Emek says carriers have a more elaborate hierarchy than do brokerages.

“You have to go through so many steps,” she says. “When we talk to brokers, you can go right to the CEO of the brokerage. There are some carriers where we’re at right now, but they are more nimble. With the larger insurance companies, it’s much more complex to get to the decision maker.”

On-Demand Economy

The evolution of the smartphone has created what economists call the on-demand economy, essentially the use of digital technology to satisfy consumer demand for immediate access to goods and services. Think Uber or AirBnB. Often the on-demand economy relies on non-traditional workforces or non-traditional settings to speed transactions. In the case of WAHVE, that means using retired workers who telecommute.

“Many times brokers say, ‘No, I have to see people to manage them.’ I say, ‘Really?’ It’s about the outcome,” Emek says. “Today you can measure everything, and it’s about getting the work done, no matter where you are. This keeps their knowledge in the industry.”

Wadlund says her firm was built around the telecommuting concept.

“We are comfortable with the telework environment,” she says. “We built this company starting in 2007. We started with the teleworking philosophy, so it’s obviously a lot easier for us than a big company that’s trying to convert to that.

“It requires managers to be more organized because they can’t just walk into someone’s office and disrupt. We probably have a little younger average staff than many carriers. It really is easy for us, and I think in a more limited fashion it could be useful for many companies.”

Naugle, too, scoffs at those opposed to hiring employees who work from home.

“The fact that someone may be working remotely and you can’t see them, so therefore you’re not sure they are doing their work, is absolutely absurd,” he says. “In 2015, with technology and the absolute requirement from our customers that we be available to respond anytime, anywhere, it means we are often working remotely.”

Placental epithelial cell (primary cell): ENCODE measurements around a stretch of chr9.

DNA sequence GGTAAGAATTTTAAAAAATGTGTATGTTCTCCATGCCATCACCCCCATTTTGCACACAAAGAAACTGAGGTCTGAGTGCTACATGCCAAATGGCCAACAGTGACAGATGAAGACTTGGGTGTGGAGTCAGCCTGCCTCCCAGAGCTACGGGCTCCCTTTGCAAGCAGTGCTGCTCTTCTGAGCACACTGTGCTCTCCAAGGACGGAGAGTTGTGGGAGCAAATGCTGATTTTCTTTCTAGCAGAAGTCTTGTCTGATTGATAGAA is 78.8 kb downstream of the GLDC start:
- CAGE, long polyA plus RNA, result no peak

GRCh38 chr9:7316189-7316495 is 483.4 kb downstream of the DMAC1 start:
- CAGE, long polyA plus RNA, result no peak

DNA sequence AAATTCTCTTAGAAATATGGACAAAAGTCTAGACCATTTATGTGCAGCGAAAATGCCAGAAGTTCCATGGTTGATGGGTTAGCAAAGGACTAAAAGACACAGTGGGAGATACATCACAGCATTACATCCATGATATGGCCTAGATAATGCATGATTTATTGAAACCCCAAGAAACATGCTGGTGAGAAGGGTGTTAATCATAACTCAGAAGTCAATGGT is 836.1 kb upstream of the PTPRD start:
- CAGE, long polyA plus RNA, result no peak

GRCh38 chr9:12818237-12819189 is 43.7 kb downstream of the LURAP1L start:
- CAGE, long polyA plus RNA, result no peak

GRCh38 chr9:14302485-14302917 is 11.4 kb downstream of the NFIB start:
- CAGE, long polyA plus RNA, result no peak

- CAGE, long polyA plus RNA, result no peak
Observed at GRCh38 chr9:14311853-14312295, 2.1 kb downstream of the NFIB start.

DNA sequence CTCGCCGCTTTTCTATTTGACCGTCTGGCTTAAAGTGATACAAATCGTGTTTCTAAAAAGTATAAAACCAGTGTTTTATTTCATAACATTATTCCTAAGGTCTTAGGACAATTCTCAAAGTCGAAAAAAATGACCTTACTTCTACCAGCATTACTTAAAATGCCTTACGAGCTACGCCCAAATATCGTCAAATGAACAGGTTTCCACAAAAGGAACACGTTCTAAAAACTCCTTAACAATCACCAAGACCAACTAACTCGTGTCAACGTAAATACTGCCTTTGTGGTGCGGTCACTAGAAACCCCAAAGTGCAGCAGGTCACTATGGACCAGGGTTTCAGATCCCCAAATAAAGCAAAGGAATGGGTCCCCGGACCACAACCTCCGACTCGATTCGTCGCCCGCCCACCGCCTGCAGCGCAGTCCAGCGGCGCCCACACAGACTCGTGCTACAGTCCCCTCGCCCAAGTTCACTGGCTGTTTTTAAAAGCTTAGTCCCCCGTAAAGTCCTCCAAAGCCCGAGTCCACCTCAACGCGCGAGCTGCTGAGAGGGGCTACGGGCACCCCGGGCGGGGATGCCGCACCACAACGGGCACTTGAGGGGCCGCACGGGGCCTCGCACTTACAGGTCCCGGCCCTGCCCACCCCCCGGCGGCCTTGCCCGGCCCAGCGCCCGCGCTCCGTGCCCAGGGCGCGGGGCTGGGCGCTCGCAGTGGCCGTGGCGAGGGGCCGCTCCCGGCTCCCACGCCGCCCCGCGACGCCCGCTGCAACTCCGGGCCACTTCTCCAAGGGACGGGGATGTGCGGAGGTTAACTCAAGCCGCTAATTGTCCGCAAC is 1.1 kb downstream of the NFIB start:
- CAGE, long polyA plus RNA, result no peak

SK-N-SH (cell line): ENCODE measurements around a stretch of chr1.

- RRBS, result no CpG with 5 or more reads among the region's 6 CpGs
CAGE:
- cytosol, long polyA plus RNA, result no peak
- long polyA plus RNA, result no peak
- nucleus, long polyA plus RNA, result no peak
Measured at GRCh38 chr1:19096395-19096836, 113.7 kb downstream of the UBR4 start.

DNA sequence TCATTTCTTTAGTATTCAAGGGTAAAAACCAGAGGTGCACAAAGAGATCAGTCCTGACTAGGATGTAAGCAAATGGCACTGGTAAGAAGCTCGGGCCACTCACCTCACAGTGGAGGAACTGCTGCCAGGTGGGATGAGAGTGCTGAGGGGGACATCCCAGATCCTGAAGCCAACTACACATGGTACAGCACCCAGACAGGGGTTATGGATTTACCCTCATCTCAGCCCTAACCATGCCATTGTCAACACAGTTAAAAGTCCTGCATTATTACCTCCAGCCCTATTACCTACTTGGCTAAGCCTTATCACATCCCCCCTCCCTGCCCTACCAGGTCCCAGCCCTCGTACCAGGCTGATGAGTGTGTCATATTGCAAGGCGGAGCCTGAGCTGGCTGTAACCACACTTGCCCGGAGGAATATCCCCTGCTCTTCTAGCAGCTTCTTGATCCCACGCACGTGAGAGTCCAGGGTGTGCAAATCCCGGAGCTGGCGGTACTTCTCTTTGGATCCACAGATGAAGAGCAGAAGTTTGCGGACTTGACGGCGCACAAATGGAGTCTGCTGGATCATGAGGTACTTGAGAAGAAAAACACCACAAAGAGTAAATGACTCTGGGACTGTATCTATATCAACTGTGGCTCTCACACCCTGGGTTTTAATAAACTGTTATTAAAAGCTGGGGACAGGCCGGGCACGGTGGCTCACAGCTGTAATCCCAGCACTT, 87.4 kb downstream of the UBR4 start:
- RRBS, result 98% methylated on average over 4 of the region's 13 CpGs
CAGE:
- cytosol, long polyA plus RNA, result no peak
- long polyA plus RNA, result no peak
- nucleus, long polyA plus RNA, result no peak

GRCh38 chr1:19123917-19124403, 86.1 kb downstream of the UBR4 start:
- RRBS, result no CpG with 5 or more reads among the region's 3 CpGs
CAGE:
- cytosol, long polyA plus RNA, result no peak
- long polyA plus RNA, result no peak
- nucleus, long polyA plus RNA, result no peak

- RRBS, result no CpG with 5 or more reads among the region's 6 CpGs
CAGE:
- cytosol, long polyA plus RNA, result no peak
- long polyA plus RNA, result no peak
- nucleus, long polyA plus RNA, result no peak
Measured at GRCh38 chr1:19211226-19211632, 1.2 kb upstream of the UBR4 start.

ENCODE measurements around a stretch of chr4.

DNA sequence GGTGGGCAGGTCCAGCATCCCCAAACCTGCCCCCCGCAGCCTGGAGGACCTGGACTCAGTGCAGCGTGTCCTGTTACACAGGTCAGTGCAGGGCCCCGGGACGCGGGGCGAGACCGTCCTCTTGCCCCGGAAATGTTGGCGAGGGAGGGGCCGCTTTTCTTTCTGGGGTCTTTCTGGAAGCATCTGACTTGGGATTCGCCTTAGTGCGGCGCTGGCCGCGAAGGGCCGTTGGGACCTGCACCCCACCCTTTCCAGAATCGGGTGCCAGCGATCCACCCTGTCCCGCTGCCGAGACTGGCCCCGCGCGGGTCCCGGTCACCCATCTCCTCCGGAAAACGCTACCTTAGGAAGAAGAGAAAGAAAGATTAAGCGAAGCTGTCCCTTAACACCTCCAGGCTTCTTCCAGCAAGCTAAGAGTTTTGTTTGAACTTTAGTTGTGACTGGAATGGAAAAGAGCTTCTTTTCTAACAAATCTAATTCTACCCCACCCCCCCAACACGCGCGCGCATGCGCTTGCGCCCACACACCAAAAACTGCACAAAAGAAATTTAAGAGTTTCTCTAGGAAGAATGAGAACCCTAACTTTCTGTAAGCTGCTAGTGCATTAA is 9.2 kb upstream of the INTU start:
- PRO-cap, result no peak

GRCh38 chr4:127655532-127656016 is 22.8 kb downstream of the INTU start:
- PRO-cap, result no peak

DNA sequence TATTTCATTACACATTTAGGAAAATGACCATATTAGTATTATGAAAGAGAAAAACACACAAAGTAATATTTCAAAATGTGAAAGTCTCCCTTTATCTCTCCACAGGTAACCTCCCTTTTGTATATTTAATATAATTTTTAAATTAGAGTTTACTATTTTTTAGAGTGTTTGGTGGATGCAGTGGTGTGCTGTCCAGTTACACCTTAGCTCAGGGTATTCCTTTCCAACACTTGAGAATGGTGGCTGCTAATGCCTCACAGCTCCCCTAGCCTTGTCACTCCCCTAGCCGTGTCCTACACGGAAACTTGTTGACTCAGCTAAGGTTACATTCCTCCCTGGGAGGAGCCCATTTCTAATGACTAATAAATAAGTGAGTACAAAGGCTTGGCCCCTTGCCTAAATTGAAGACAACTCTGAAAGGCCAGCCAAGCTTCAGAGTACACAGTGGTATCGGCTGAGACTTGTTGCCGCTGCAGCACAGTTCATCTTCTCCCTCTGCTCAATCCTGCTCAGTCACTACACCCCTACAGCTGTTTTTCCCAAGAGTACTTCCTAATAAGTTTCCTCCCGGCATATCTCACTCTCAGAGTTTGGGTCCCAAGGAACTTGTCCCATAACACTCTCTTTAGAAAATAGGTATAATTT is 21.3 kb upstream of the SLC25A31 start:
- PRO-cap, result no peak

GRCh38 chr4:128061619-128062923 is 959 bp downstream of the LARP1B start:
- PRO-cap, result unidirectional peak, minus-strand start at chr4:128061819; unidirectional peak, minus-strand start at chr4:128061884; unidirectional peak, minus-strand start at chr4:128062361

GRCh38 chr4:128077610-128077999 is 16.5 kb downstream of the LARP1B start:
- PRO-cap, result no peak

Can’t Quit Now

Ralph Gellula, 72, has been in the insurance industry for 50 years, including 25 years as owner of his own agency. For the past three years, he’s been a WAHVE employee for USI Colorado, working from his home in Delaware.

“Working from home and not being in Colorado had some difficulties when clients wanted to reach me at the office, which is kind of hard when I’m sitting in Delaware,” Gellula says. “We finally decided that I’ll just do policy checking. All the commercial policies that come in I review, check against the binder, make sure the policy is issued correctly, compare it to last year’s policy, input the data into the computer and send the policies by email to clients.”

Gellula estimates he works 20 to 26 hours a week and says he is grateful for the extra income.

“My retirement fund wasn’t quite as much as I wanted it to be, so this kind of supplements it,” he says. “All these years I had this license and all this experience and what do I do, let it go to waste? It just seems like I want to keep my hands in it. I’m making a lot less than I previously was, but I am working from home and I can work whenever I want. I can’t just do nothing and retire.”

Mike Patten Contributing Writer Read More